I am a history major with a secondary education certificate, and I am currently enrolled in one of the most interesting history classes, and classes in general. This class is called the United States and the Vietnam War. It is a 2000 level class and it taught by Professor Thomas E. Williams, Ph.D.
The Vietnam War was one of the defining features of American life in the last half of the 20th century. Its aftermath still lingers in the culture and politics of the United States in the early 21st century. The course examines American involvement in the conflict in Vietnam from 1945-1975. It looks at the early French colonial period, the French Indochinese War from 1946-1954, and how that affected American policy in South East Asia.
The course focuses a lot on the various interpretations of American involvement in Vietnam and the continuing debate about the nature and purpose of that involvement.
Central to the class is looking at Vietnam as an episode of the Cold War, and how that influenced the decision making of American presidents.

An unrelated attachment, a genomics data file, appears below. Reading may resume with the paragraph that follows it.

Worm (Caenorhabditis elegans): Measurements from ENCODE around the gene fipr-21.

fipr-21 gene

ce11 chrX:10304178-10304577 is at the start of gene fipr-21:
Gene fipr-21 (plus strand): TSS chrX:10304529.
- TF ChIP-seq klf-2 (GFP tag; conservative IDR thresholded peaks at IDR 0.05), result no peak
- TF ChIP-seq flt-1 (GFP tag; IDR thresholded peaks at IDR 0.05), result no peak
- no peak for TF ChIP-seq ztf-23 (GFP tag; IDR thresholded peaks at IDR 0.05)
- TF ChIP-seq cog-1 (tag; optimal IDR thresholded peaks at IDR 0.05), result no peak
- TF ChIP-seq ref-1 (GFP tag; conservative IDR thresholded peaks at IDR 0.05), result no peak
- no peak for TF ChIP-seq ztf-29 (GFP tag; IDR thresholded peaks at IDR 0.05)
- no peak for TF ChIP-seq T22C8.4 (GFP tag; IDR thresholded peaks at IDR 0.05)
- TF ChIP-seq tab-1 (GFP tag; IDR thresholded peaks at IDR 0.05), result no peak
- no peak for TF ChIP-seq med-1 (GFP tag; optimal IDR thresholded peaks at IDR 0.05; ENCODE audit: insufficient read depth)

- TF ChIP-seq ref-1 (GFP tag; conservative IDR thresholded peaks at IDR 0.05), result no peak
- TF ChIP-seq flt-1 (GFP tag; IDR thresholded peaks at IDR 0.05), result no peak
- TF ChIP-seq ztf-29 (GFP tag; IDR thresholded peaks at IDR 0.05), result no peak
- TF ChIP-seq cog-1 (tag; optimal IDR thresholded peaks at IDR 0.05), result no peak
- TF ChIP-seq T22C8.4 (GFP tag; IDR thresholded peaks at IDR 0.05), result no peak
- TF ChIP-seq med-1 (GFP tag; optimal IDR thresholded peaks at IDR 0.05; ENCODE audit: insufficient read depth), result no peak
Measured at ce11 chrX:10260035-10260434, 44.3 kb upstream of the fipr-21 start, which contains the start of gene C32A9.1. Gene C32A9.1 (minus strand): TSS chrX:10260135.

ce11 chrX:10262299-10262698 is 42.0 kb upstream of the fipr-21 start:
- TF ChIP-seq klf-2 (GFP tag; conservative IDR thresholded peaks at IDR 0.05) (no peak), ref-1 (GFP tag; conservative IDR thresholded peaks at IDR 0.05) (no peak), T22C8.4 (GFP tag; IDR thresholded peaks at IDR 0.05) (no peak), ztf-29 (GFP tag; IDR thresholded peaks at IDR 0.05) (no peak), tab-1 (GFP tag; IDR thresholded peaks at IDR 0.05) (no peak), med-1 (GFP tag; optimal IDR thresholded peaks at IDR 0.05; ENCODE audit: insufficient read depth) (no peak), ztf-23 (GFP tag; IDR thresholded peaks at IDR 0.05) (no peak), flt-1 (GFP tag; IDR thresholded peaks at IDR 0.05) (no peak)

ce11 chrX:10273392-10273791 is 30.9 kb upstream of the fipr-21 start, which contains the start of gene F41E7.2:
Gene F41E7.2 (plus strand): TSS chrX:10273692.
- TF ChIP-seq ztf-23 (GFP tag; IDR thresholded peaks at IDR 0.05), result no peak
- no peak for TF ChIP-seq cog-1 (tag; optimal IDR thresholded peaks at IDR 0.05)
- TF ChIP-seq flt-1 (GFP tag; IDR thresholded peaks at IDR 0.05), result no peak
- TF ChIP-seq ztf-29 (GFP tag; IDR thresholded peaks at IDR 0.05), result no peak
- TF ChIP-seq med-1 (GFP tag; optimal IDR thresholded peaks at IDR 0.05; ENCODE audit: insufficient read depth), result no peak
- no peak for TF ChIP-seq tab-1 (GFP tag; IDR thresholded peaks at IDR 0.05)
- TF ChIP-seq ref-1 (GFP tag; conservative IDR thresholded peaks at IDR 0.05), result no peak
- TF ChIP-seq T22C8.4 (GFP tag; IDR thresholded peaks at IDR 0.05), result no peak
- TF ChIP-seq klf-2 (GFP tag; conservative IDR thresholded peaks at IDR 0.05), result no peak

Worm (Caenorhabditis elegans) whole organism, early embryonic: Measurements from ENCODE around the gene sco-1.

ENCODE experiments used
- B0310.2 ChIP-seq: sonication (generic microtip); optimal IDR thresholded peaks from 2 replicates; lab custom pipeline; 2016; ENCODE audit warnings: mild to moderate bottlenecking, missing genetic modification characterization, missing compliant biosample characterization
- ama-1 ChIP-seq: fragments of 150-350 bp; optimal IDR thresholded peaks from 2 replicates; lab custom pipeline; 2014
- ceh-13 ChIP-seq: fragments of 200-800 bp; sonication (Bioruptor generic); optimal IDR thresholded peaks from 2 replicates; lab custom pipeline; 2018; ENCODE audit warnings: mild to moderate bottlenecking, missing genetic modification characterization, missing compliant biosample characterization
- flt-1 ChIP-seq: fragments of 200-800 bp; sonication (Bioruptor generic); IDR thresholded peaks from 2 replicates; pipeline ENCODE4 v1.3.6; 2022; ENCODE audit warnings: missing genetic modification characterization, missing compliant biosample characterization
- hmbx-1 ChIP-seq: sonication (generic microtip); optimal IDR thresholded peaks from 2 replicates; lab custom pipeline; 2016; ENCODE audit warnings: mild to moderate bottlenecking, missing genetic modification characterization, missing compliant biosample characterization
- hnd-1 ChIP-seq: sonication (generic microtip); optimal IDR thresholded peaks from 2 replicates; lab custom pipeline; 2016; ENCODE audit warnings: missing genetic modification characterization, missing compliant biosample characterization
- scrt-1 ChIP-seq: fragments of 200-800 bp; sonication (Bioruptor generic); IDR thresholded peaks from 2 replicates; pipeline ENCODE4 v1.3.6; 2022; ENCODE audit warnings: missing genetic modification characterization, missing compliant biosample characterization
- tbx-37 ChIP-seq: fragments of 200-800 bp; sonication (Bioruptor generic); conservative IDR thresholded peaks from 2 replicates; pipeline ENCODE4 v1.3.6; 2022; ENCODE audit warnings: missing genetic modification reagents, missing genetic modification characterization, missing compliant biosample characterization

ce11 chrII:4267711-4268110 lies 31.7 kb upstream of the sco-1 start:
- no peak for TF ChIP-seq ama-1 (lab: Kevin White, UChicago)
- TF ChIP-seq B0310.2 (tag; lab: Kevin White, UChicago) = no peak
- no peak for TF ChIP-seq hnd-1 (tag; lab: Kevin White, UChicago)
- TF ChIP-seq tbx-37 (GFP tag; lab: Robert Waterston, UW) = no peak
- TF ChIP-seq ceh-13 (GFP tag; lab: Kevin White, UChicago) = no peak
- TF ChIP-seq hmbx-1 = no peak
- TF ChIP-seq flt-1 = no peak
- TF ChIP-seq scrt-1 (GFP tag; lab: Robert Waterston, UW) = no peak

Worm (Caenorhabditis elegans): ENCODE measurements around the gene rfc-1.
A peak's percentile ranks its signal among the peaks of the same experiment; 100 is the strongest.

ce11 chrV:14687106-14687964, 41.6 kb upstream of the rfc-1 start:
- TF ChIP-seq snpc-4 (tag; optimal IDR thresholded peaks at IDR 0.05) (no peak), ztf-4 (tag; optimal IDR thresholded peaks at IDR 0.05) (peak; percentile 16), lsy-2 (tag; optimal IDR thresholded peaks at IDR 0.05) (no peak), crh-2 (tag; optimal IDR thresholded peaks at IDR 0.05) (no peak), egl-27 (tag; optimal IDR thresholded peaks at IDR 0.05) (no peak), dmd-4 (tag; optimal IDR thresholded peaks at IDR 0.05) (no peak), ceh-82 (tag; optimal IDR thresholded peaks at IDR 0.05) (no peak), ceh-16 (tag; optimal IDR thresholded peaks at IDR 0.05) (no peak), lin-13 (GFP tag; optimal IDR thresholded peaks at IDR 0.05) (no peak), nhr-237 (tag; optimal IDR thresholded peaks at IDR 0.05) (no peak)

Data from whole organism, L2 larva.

French Soldier during the French Indochina War.
The course texts are all books and novels that are very interesting and informative. My favorite, the Quiet American, by Graham Greene, which is now a major motion picture, is a fictional book about the French Indochina War and the prelude to US involvement in Vietnam. Reading skills are extremely important. Dr. Williams is very focused on improving reading skills in his class. Most of his teaching methods involve lectures, book discussions, and analyzing maps.
I highly recommend this course to all students, whether you are a history major or not. It is a must-take. You will not regret it.
American Helicopter War in Vietnam
“La guerre et la paix sont la même chose. C’est juste que l’un des deux consiste des armes.”